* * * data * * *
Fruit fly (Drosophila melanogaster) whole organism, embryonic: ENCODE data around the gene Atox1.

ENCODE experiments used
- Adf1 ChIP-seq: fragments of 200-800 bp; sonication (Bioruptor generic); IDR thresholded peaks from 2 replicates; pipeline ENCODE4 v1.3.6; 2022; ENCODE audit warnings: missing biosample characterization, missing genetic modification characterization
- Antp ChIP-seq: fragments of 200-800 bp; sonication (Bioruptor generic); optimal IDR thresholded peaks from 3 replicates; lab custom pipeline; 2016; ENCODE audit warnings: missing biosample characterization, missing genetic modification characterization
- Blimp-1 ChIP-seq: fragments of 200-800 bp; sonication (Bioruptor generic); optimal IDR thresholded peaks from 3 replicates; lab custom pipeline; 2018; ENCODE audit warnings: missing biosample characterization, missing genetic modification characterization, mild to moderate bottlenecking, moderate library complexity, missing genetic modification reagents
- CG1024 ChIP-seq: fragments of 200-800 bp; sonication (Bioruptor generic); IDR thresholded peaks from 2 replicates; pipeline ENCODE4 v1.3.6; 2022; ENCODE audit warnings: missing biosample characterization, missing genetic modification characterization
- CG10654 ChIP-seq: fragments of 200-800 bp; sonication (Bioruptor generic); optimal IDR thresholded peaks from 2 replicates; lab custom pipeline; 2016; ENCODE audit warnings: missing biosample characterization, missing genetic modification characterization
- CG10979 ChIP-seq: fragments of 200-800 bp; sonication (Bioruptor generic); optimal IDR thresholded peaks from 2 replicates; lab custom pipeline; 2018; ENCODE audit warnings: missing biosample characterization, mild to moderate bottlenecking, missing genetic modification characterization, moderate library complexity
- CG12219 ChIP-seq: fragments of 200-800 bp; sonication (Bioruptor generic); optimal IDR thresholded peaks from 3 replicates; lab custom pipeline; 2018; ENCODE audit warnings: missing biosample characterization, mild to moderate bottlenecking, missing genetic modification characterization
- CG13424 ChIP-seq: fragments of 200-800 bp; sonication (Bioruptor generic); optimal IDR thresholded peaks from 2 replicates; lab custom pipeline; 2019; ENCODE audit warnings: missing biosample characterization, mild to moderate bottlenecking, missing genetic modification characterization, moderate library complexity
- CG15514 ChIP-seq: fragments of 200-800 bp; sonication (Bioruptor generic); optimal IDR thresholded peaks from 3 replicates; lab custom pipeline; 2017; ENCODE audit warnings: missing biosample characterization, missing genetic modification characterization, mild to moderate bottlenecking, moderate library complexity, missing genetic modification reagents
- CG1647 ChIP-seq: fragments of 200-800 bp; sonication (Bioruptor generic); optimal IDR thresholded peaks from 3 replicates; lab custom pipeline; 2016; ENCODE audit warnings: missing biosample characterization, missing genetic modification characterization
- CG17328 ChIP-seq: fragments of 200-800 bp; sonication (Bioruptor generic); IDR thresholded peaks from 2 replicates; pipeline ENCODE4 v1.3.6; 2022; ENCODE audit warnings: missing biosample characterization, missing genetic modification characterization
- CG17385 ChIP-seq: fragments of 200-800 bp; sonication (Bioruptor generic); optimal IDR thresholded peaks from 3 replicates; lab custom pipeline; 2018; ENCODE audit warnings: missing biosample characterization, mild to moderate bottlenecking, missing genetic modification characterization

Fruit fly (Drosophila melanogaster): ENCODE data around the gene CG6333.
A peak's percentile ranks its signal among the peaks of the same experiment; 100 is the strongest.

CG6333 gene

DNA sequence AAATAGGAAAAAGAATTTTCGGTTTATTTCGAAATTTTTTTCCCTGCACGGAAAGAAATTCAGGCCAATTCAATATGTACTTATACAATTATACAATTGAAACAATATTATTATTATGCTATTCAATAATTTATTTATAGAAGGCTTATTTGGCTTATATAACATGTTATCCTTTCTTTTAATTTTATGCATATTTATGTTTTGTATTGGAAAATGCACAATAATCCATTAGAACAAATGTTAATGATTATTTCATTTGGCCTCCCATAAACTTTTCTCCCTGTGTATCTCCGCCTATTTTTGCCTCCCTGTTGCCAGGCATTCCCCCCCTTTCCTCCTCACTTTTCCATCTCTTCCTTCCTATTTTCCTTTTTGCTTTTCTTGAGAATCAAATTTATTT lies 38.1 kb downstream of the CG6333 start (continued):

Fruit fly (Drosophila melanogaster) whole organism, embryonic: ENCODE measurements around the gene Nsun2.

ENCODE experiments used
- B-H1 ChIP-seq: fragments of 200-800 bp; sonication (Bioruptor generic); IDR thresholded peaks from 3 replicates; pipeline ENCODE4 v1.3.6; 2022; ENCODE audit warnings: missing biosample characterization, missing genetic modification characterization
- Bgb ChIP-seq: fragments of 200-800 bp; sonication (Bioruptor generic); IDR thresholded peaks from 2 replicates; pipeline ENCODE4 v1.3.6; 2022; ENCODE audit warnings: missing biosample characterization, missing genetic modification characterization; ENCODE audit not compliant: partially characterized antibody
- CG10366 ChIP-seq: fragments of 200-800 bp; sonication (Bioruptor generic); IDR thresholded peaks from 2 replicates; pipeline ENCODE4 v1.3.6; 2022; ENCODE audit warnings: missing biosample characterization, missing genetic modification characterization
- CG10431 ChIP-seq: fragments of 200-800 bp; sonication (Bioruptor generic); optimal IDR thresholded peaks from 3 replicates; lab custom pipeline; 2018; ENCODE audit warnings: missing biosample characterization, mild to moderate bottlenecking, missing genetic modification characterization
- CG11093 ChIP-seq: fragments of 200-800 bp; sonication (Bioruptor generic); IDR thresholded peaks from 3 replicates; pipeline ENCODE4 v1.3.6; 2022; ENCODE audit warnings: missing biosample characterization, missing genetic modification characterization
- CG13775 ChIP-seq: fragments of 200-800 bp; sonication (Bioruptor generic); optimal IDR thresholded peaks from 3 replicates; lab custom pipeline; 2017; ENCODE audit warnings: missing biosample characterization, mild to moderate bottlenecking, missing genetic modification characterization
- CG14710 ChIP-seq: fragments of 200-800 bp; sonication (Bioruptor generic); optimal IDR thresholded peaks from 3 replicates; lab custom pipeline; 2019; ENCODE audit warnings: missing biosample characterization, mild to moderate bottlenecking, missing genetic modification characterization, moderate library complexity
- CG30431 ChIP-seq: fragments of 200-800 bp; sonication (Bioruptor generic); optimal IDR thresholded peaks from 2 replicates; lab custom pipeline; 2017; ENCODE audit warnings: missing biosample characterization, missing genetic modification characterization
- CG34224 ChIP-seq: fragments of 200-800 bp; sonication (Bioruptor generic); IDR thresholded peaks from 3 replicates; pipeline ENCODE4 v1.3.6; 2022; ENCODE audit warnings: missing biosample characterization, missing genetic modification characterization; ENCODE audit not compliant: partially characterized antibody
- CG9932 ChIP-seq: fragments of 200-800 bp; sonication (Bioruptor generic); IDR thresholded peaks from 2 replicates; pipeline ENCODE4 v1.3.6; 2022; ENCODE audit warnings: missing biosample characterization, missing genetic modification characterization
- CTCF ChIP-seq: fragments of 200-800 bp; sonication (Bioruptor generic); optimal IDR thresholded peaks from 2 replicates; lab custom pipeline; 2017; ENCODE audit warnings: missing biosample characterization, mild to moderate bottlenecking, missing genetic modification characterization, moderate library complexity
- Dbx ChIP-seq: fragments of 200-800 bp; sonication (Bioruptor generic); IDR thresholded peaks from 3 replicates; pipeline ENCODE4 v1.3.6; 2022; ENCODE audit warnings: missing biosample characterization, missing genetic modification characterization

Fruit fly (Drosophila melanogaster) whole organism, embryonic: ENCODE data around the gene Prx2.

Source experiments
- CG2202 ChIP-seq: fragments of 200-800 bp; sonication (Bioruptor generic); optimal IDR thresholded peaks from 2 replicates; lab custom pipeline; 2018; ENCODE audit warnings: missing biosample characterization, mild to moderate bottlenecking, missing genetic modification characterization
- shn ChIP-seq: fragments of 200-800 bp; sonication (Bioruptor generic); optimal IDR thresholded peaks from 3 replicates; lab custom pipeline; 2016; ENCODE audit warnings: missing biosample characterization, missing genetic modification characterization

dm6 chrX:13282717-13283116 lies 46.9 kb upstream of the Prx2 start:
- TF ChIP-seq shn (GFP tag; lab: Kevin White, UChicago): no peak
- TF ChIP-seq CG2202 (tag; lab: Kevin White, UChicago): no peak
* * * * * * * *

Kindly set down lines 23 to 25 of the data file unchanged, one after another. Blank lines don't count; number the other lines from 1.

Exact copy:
- CG10366 ChIP-seq: fragments of 200-800 bp; sonication (Bioruptor generic); IDR thresholded peaks from 2 replicates; pipeline ENCODE4 v1.3.6; 2022; ENCODE audit warnings: missing biosample characterization, missing genetic modification characterization
- CG10431 ChIP-seq: fragments of 200-800 bp; sonication (Bioruptor generic); optimal IDR thresholded peaks from 3 replicates; lab custom pipeline; 2018; ENCODE audit warnings: missing biosample characterization, mild to moderate bottlenecking, missing genetic modification characterization
- CG11093 ChIP-seq: fragments of 200-800 bp; sonication (Bioruptor generic); IDR thresholded peaks from 3 replicates; pipeline ENCODE4 v1.3.6; 2022; ENCODE audit warnings: missing biosample characterization, missing genetic modification characterization